Wednesday, March 31, 2010

A Little Creepy

Do you know what I thought of when I first heard about the Barbie Video Girl doll? Those nanny-cams inserted into stuffed bears and other toys so "concerned" (and by concerned I mean overprotective and potentially crazy) parents can spy on the babysitter while they're out of the house.

That's not a good association.

Barbie Video Girl has a video camera built into a necklace and an LCD video screen built in her back. Kids can watch videos back on the little screen or plug a USB cable into Barbie and watch the videos on a television or computer screen. Read about it and see pictures here.

WTF?

How about just dressing the doll up and playing with her that way? I understand kids today are more interested in cell phones and technology than dolls a lot of the time, but sticking a video camera in Barbie's back and a USB cable who-knows-where? Yikes.

Tuesday, March 30, 2010

Buying, Reselling Older Dolls

I'm fortunate that I (currently, anyway) have space to store my bulging doll collection. I also am lucky at the moment to not need to liquidate any of my dolls for fast cash. Not all collectors are as fortunate.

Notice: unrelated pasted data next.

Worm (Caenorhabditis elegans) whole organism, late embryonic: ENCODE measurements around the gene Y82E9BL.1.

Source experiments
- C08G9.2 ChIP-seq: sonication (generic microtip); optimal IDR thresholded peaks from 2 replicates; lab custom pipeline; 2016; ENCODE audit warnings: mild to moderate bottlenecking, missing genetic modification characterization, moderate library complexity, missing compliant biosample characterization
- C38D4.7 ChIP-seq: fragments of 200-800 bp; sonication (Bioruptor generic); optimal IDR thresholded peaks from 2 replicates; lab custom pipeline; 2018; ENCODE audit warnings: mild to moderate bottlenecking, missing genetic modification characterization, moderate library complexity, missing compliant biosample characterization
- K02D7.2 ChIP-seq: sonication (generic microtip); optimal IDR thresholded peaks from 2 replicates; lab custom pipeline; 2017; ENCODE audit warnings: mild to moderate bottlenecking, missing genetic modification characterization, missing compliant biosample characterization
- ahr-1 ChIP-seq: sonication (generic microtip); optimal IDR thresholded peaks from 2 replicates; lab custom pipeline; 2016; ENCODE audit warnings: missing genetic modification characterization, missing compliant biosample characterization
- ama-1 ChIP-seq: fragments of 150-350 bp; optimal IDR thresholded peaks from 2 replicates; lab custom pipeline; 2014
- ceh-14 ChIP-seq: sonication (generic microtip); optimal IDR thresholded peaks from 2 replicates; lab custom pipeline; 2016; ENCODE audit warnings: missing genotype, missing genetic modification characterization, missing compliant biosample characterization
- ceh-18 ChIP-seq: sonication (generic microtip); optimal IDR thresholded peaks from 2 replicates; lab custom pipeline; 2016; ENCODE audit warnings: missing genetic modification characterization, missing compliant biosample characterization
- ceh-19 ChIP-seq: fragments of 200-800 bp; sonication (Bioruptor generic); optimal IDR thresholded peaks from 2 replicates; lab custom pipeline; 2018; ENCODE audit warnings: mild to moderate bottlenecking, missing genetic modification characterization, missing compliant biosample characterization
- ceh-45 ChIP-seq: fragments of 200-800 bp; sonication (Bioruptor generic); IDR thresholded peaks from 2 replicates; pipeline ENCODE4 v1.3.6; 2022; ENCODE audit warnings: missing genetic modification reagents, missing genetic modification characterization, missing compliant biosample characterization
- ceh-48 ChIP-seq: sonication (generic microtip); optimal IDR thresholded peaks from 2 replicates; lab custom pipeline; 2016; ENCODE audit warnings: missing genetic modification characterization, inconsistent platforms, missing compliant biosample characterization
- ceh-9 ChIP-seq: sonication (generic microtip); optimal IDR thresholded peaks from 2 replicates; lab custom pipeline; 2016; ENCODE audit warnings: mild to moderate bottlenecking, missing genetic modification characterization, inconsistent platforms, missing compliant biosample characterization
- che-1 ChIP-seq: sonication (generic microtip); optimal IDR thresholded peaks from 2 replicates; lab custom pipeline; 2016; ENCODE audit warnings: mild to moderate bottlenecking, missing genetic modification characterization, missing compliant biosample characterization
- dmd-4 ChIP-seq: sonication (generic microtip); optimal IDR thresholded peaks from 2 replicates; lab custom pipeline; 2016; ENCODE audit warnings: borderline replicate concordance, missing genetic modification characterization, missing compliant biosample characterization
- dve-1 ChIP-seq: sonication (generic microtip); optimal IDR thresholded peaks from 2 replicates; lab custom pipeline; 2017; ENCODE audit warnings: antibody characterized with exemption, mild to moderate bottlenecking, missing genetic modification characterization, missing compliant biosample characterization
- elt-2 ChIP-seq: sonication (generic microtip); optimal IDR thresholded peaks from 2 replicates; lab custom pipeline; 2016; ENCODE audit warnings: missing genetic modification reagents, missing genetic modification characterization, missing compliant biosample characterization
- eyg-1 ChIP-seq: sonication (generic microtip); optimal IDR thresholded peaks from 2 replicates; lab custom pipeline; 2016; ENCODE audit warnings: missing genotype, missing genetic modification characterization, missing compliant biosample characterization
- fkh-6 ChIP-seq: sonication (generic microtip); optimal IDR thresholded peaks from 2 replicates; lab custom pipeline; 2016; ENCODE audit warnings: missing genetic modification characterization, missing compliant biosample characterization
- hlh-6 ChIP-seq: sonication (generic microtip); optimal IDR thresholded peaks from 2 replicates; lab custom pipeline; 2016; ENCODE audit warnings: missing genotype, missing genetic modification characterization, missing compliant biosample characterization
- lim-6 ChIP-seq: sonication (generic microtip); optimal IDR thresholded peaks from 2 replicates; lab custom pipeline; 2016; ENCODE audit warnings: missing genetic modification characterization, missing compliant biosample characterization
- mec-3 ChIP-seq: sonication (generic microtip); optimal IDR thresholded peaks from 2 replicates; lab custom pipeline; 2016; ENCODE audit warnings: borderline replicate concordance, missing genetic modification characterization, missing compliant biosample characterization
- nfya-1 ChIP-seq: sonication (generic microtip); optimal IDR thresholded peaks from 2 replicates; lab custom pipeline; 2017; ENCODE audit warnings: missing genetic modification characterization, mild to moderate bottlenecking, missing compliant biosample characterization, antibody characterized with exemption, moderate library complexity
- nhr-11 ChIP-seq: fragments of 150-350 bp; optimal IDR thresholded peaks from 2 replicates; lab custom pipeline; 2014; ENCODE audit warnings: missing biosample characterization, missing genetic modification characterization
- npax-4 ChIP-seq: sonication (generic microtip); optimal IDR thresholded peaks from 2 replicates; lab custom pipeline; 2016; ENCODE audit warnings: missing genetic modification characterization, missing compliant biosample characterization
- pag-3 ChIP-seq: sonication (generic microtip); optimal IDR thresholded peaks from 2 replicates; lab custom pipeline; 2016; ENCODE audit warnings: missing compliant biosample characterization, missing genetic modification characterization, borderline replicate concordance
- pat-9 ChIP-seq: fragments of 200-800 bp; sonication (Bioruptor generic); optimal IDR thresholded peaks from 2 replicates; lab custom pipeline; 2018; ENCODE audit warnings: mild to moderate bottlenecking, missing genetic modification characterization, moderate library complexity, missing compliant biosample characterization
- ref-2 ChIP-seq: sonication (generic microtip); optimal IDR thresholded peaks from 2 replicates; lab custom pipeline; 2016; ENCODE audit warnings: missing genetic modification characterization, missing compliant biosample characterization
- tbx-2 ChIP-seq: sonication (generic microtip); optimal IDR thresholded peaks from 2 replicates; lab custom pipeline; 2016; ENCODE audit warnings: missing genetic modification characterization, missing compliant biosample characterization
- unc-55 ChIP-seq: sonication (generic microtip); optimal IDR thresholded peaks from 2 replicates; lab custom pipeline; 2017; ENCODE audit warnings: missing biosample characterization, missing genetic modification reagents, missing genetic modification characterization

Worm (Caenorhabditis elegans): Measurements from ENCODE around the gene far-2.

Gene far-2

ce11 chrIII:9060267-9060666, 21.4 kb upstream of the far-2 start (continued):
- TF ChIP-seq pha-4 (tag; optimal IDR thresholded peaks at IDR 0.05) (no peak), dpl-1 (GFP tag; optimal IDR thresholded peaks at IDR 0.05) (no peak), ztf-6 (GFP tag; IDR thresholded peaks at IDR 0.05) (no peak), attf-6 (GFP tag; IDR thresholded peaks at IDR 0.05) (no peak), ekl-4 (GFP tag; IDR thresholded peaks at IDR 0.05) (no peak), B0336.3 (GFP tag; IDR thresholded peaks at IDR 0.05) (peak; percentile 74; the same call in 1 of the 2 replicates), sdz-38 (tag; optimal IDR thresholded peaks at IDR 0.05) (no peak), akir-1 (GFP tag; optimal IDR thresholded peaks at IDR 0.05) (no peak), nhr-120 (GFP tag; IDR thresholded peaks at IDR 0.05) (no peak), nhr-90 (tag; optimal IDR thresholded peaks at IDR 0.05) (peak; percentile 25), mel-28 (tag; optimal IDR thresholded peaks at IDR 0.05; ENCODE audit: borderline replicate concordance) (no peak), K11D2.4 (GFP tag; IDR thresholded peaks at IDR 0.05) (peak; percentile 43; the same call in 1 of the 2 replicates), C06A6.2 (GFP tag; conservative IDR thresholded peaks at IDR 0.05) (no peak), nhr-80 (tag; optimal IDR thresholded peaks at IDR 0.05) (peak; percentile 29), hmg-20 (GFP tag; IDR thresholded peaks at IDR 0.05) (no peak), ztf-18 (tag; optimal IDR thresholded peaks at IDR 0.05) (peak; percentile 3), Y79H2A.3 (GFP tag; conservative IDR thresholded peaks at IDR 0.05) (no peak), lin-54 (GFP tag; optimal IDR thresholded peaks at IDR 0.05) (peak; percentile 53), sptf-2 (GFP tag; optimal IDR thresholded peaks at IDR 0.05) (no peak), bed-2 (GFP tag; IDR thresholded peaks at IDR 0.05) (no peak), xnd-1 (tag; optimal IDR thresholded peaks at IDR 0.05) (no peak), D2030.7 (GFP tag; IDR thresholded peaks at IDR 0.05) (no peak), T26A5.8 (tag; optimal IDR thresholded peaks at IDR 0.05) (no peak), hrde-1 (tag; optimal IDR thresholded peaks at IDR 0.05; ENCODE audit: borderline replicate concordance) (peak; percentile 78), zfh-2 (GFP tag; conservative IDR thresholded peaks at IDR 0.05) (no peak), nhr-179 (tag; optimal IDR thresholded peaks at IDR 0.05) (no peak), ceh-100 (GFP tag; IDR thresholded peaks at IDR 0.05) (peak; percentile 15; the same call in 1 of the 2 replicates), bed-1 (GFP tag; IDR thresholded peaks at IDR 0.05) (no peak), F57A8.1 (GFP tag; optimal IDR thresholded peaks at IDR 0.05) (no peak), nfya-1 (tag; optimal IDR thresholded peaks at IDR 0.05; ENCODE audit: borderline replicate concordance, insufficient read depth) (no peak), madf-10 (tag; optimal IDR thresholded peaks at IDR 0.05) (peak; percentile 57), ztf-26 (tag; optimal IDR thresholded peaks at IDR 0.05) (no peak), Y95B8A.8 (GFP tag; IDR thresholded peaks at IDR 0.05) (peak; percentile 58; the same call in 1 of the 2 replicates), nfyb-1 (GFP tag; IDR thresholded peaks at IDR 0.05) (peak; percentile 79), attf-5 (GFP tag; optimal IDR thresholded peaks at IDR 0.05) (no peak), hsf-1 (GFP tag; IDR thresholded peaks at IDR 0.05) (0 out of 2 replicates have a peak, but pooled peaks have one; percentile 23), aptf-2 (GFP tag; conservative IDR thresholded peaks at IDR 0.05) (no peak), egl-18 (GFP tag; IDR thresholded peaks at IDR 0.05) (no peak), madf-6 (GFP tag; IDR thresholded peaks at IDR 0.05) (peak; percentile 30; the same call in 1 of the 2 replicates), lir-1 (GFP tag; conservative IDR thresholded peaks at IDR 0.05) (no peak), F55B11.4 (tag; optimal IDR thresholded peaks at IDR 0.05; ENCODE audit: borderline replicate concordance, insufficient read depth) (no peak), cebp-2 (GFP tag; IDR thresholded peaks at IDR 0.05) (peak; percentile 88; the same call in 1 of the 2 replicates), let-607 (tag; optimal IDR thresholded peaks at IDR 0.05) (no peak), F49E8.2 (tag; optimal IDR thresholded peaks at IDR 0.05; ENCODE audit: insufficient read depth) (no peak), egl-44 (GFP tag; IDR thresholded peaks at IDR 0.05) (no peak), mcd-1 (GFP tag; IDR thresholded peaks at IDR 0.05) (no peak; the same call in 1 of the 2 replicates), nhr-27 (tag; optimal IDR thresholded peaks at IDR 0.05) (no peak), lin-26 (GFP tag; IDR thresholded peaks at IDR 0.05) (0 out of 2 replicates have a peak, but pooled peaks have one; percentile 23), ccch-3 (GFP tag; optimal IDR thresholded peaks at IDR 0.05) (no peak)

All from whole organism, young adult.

However, because of this, I'm not up to speed on the best venues for selling dolls or on the average prices certain dolls currently fetch at market. I have an idea that today's prices aren't what they used to be, but, thanks to the economy, what prices are?

I recently received in the mail a catalogue of "old-store stock" dolls from a doll seller, which I'll leave nameless. The prices in it seemed laughably high! A 1995 Pretty Hearts Barbie, which sold ubiquitously for cheap, cheap, cheap in the stores, is listed at $65. The hideous and clearenced-out 1999 Hollywood Nails Barbie (the picture of which in the catalogue actually shows a sale price tag of $17.99) also is listed at $65. The notoriously overproduced Barbie as Scarlett O'Hara (green dress) is listed at $85.

I've got a good number of the dolls listed in the catalogue, and it's interesting to see the prices this companies believes they should get for them. But I am hesitant to believe these are typical MIB prices.

A random eBay check of the three dolls I mentioned showed much different pricing. Pretty Hearts Barbie averaged around $10 as a listing price with few if any bids. Hollywood Nails Barbie ranged from about $10 to $25. Most Scarlett O'Hara listings hovered around $20, though a few hopeful souls had their dolls listed at nearly $100.

Those of you who are more active in selling your dolls, where do you go to get a good sense of market value?

Friday, March 26, 2010

Sweet Treats

My eating habits were pretty different when I was a kid: Happy Meals, hydrogenated snacks, carbonated syrup-based beverages. Oh, sure. It tasted pretty damn good at the time, but I wouldn't dream of eating the same items now.

To put it one way, I've refined my palate. Or to put it another way, I've become a bit of a food snob.

But I digress. (If you want to talk about locally grown, ethically raised food, feel free to e-mail me.)